Hugh Curran hugh.curran at maine.edu
Mon Mar 16 18:16:09 EDT 2020

*Stories about St. Patrick (Naomh Padraic)*

     When I was a boy in Ireland St. Patrick’s Day was given over to
religious parades and novenas. Now, years later and an ocean away from
Ireland I still have memories about St. Patrick, some hagiographic and
legendary. But one story, considered reliable, was from his “Confessions”
which included Patrick being captured by pirates in Roman Britain and sold
into slavery in Ireland. After six years as a captive he escaped by walking
across the country and found passage on a ship back to his home and then to
France where he trained as a priest. He eventually returned to the country
of his captivity, having made a vow to “save” the Irish.

    His captive days had mostly been spent in Mayo, near the mountain named
after him, Croagh Patrick, a 2500 ft conical peak. The mountain is now an
important pilgrimage site with tens of thousands of pilgrims ascending it
on March 17 as well as on the last Sunday of July, known as Reek Sunday.
Some years ago I went on my own pilgrimage up the mountain, a six hour
round trip hike in blustery and rain-soaked weather and gained much
appreciation for those who undertake such  pilgrimages. The pilgrimage is
meant to commemorate the 40 days that Patrick was said to have spent on the
mountain fasting and meditating and having dialogues with the Divinity.

     A legend attributed to Patrick was his visit to the Hill of Slane on
Easter Sunday in late March, in order to convert the high king of Ireland,
Ui Loegaire (O’Leary). To avoid the Druids who were not kindly disposed
toward him, Patrick changed himself and his followers into deer. In this
guise they passed by the guards who had been told not to allow Patrick or
his attendants to come anywhere near the castle. Here he lit the Paschal
fire for Easter and picked up a Shamrock to use as an illustration of the

      Another legend was the “Colloquy of the Ancients” (Acallam na
Senorach), an 8000 word dialogue in which St. Patrick has a discussion with
two warriors from the Heroic Age of Ireland, Cailte and Oisin. One of the
copies, from a 15th century version, is in the Bodleian Library at Oxford.
Their cordial exchange dealt with the Otherworld and the Tuatha De Danann
(people of the goddess Dana) and expressed differences between the old ways
with its love of nature and the austere practices of Christianity. The
original was from the 12th century and was adapted by the poet WB Yeats in
his very first  book,written in 1889: “The Wanderings of Oisin”.

     According to another story, Patrick visited Lough Derg in Donegal in
the 5th century and fought a monstrous fish. To do so he had to strip naked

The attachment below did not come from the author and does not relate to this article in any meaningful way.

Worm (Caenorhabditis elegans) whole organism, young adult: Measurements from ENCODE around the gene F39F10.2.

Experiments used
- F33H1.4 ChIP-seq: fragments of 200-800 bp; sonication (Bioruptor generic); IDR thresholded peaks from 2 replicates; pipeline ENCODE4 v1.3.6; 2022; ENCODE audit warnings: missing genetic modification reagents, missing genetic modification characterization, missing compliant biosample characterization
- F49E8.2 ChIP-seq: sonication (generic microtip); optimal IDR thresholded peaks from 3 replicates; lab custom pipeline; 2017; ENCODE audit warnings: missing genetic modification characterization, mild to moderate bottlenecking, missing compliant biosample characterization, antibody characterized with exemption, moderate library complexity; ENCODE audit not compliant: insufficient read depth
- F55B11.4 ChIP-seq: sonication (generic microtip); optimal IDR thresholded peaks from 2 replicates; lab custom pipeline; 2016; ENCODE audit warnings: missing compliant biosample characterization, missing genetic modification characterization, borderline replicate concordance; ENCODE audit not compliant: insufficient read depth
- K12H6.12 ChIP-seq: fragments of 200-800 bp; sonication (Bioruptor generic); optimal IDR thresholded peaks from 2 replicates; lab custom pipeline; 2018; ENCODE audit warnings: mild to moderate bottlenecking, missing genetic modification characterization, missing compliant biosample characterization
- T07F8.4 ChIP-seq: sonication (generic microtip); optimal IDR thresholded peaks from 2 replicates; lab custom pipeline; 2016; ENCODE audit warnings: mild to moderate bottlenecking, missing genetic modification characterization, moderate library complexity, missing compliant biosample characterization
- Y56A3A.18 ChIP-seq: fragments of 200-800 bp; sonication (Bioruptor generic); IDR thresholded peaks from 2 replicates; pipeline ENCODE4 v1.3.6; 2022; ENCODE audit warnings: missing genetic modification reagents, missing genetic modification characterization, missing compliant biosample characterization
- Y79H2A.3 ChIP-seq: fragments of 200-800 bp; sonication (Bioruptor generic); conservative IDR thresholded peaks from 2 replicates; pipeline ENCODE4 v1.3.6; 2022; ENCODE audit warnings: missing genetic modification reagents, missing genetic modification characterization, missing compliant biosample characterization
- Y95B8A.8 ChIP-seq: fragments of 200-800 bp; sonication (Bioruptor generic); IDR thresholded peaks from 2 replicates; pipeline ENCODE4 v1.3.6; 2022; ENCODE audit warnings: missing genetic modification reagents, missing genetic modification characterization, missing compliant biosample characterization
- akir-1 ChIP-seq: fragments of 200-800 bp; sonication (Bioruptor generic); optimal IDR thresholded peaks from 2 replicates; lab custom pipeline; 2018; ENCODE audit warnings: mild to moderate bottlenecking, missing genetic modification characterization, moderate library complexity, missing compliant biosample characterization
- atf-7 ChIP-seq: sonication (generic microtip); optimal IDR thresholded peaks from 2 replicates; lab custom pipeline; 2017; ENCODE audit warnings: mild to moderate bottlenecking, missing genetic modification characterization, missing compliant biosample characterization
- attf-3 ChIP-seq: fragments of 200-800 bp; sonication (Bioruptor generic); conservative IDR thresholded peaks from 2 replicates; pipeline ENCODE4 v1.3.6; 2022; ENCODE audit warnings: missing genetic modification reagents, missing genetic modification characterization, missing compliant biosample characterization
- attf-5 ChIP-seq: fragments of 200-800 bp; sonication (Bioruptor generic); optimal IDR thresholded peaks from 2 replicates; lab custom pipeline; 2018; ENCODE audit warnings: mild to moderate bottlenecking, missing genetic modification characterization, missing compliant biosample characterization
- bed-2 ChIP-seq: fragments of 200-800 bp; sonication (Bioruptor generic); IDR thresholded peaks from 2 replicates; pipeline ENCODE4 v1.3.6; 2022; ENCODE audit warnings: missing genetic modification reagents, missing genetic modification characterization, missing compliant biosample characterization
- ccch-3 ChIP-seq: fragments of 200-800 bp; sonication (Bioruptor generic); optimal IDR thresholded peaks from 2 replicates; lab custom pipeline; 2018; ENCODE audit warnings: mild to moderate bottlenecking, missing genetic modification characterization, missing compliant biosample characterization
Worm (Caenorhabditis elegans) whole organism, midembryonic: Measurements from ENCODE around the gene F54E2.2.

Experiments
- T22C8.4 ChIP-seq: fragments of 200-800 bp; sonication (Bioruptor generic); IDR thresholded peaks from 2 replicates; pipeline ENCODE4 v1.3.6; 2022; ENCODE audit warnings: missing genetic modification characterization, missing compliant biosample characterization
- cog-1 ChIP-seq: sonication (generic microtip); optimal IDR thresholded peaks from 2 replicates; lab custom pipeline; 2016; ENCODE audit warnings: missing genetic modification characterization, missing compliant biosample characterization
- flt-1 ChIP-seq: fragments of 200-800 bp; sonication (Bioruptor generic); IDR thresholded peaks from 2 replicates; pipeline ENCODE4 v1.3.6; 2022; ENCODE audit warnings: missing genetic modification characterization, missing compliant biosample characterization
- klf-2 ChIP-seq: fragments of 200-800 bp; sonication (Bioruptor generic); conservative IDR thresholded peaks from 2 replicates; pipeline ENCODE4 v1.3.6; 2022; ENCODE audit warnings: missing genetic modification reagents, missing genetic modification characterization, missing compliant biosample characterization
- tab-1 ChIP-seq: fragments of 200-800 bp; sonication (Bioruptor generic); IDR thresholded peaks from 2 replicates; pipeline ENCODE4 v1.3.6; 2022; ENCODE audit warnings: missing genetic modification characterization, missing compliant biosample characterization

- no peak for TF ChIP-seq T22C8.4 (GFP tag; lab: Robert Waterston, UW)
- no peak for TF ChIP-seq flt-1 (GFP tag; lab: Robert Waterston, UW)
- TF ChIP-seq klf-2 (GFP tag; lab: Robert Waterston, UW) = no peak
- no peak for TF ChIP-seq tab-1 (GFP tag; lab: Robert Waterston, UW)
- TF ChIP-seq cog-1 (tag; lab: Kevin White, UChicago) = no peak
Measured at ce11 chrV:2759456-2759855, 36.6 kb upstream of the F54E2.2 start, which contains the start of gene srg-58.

and fight only with his crozier (sharp pointed walking stick). After being
swallowed whole he was forced to do battle with the giant fish from the
inside. Using his crozier he slew the monster and re-emerged unscathed.
This story explains why the lake is referred to as Lough Derg (ie red
lake). By the 11th century Lough Derg had become pilgrimage site, known as St.
Patrick’s Purgatory. It continues to this day to be attractive as a retreat
island (Station Island) which can only be reached by way of a boat. This
demanding penitential had such a reputation for severity that college
students attended as a challenge and a penitential. Seamus Heaney, a Nobel
prize winner, while a university student, went on this pilgrimage on
several occasions. Patrick Kavanagh, in 1942, wrote a poem exploring human
nature, using Lough Derg as a setting for his poems.  My father and
numerous other relatives went on this retreat as well. So, several years
ago, during a three month bicycling tour, I took part in the retreat with
my wife and son. We did not have to strip down as St Patrick did, but we
had to strip off shoes and socks and were given only bread and water for
our meals for the next three days.

      In almost all countries, including the U.S., Canada, New Zealand,
Australia and Scotland, wherever the Irish Diaspora has taken place, St.
Patrick’s Day is associated with celebrations and parties, a departure from
the religious strictness of its past. It has also become a day to honor and
acknowledge the many contributions of Irish immigrants to the making of
America. The first official St. Patrick’s Day was commemorated by General
George Washington on March 17, 1780, to honor the many Irish soldiers in
his ranks, such as General John Sullivan, born in Berwick, Maine, whose
parents were from Cork, Ireland.

     Some years later, the American Civil War had an estimated 200,000
Irish soldiers serve. Even during the stress of battle they found
interludes to honor St. Patrick’s Day with horse racing contests.

     Descendants of the Irish continue to be a significant part of the
American population, with an estimated 33 million self-identifying as of
Irish ancestry.

*Hugh Curran was born in Donegal, Ireland and after living in Canada moved
to Surry, Maine. He teaches courses in Peace & Reconciliation Studies at
the University of Maine**.*
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